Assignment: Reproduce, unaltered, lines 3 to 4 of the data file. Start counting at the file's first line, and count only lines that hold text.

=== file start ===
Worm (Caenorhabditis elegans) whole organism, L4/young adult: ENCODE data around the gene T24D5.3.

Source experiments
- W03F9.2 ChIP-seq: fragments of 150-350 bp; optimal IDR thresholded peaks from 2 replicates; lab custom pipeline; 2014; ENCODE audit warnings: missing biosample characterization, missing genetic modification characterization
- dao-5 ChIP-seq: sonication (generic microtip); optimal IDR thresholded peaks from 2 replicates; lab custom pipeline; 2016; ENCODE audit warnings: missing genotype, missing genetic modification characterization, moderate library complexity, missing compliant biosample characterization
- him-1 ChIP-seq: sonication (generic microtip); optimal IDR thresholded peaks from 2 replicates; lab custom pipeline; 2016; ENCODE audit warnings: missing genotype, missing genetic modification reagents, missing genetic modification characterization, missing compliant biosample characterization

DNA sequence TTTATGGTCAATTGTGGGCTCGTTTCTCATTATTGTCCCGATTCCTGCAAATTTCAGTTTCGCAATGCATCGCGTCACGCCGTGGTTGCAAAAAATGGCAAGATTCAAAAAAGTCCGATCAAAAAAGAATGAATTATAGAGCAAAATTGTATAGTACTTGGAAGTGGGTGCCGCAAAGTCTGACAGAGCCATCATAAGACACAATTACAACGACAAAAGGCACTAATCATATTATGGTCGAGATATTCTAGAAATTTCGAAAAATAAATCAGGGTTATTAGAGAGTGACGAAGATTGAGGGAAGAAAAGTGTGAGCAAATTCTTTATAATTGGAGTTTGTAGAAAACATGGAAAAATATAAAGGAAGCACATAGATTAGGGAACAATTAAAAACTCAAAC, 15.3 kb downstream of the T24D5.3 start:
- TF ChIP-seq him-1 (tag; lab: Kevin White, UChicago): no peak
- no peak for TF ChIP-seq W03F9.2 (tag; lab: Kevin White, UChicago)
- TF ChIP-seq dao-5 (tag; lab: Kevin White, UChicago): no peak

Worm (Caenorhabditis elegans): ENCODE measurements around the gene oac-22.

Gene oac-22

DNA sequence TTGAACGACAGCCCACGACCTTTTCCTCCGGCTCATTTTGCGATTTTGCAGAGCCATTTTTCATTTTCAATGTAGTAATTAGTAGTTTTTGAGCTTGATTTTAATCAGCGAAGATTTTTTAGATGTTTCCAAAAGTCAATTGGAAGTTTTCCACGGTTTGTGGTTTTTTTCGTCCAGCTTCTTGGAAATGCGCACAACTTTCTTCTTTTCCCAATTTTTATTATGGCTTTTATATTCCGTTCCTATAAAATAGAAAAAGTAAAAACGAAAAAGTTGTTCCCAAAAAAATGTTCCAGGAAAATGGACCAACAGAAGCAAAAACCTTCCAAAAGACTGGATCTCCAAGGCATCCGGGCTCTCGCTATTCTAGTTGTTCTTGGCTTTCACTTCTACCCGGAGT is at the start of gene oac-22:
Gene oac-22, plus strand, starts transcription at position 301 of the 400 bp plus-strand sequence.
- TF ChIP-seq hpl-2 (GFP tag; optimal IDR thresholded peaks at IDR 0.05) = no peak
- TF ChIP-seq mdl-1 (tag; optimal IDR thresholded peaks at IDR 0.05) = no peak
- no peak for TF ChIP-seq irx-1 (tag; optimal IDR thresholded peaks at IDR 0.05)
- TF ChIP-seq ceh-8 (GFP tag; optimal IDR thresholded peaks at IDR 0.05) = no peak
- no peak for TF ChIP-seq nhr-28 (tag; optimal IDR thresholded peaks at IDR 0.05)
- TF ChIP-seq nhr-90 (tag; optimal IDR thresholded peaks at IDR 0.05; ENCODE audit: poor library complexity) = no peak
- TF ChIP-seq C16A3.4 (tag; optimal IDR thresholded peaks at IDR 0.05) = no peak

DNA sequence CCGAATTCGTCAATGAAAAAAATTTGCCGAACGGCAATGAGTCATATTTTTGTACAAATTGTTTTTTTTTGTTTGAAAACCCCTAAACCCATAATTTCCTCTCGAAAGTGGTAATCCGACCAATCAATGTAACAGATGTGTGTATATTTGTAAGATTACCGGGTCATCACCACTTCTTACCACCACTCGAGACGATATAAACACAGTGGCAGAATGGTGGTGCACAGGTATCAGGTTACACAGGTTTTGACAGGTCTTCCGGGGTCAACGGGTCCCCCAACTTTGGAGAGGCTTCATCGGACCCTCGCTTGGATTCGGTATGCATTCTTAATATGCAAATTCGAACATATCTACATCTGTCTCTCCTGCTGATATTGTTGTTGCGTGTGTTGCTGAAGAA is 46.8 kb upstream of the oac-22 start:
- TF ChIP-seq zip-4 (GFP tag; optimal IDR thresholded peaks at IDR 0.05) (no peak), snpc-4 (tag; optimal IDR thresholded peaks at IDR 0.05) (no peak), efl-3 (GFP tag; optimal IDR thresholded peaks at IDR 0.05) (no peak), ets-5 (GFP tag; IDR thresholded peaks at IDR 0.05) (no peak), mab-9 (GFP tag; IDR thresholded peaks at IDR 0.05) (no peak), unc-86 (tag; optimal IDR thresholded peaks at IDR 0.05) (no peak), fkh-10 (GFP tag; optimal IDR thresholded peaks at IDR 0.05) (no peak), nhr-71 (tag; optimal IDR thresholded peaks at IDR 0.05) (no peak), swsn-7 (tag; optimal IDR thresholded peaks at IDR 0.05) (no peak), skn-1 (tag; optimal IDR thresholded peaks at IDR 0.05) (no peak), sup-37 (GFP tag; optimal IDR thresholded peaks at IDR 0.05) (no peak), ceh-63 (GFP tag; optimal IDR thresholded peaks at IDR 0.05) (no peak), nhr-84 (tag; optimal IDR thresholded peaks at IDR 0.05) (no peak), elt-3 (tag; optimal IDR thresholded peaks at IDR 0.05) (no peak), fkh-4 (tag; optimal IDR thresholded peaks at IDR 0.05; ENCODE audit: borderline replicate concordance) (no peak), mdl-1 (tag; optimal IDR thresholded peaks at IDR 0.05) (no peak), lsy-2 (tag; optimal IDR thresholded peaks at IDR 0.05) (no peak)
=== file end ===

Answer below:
- W03F9.2 ChIP-seq: fragments of 150-350 bp; optimal IDR thresholded peaks from 2 replicates; lab custom pipeline; 2014; ENCODE audit warnings: missing biosample characterization, missing genetic modification characterization
- dao-5 ChIP-seq: sonication (generic microtip); optimal IDR thresholded peaks from 2 replicates; lab custom pipeline; 2016; ENCODE audit warnings: missing genotype, missing genetic modification characterization, moderate library complexity, missing compliant biosample characterization